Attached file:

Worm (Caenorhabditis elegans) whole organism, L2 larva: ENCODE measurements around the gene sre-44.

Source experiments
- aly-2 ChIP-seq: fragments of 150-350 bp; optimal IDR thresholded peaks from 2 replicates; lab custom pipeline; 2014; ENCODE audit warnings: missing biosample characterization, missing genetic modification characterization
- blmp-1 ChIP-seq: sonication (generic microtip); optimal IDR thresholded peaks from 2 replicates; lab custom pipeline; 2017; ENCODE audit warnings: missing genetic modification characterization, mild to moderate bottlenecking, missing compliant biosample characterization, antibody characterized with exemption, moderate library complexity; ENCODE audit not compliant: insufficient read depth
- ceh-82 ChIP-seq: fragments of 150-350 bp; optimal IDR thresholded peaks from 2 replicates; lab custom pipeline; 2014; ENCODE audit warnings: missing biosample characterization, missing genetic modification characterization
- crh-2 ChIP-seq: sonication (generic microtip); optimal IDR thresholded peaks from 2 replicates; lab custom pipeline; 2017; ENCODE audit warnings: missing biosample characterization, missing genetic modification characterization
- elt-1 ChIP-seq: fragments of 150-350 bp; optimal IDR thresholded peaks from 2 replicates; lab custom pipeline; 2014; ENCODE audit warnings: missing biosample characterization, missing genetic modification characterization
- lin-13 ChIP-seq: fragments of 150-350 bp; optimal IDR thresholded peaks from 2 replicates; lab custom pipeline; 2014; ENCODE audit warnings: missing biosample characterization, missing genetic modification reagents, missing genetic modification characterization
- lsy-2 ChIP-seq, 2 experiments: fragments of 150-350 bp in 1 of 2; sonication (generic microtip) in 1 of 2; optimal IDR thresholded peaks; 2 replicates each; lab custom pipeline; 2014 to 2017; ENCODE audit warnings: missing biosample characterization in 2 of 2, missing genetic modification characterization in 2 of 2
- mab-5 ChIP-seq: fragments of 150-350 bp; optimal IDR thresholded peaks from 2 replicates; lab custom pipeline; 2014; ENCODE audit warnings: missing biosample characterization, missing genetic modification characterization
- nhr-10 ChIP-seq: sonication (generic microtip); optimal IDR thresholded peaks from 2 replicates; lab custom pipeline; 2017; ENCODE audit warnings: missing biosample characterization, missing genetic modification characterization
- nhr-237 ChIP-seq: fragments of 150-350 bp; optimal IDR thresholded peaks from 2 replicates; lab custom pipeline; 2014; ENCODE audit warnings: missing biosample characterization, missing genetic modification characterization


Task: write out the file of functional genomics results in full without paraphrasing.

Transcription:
Worm (Caenorhabditis elegans) whole organism, L2 larva: ENCODE measurements around the gene sre-44.

Source experiments
- aly-2 ChIP-seq: fragments of 150-350 bp; optimal IDR thresholded peaks from 2 replicates; lab custom pipeline; 2014; ENCODE audit warnings: missing biosample characterization, missing genetic modification characterization
- blmp-1 ChIP-seq: sonication (generic microtip); optimal IDR thresholded peaks from 2 replicates; lab custom pipeline; 2017; ENCODE audit warnings: missing genetic modification characterization, mild to moderate bottlenecking, missing compliant biosample characterization, antibody characterized with exemption, moderate library complexity; ENCODE audit not compliant: insufficient read depth
- ceh-82 ChIP-seq: fragments of 150-350 bp; optimal IDR thresholded peaks from 2 replicates; lab custom pipeline; 2014; ENCODE audit warnings: missing biosample characterization, missing genetic modification characterization
- crh-2 ChIP-seq: sonication (generic microtip); optimal IDR thresholded peaks from 2 replicates; lab custom pipeline; 2017; ENCODE audit warnings: missing biosample characterization, missing genetic modification characterization
- elt-1 ChIP-seq: fragments of 150-350 bp; optimal IDR thresholded peaks from 2 replicates; lab custom pipeline; 2014; ENCODE audit warnings: missing biosample characterization, missing genetic modification characterization
- lin-13 ChIP-seq: fragments of 150-350 bp; optimal IDR thresholded peaks from 2 replicates; lab custom pipeline; 2014; ENCODE audit warnings: missing biosample characterization, missing genetic modification reagents, missing genetic modification characterization
- lsy-2 ChIP-seq, 2 experiments: fragments of 150-350 bp in 1 of 2; sonication (generic microtip) in 1 of 2; optimal IDR thresholded peaks; 2 replicates each; lab custom pipeline; 2014 to 2017; ENCODE audit warnings: missing biosample characterization in 2 of 2, missing genetic modification characterization in 2 of 2
- mab-5 ChIP-seq: fragments of 150-350 bp; optimal IDR thresholded peaks from 2 replicates; lab custom pipeline; 2014; ENCODE audit warnings: missing biosample characterization, missing genetic modification characterization
- nhr-10 ChIP-seq: sonication (generic microtip); optimal IDR thresholded peaks from 2 replicates; lab custom pipeline; 2017; ENCODE audit warnings: missing biosample characterization, missing genetic modification characterization
- nhr-237 ChIP-seq: fragments of 150-350 bp; optimal IDR thresholded peaks from 2 replicates; lab custom pipeline; 2014; ENCODE audit warnings: missing biosample characterization, missing genetic modification characterization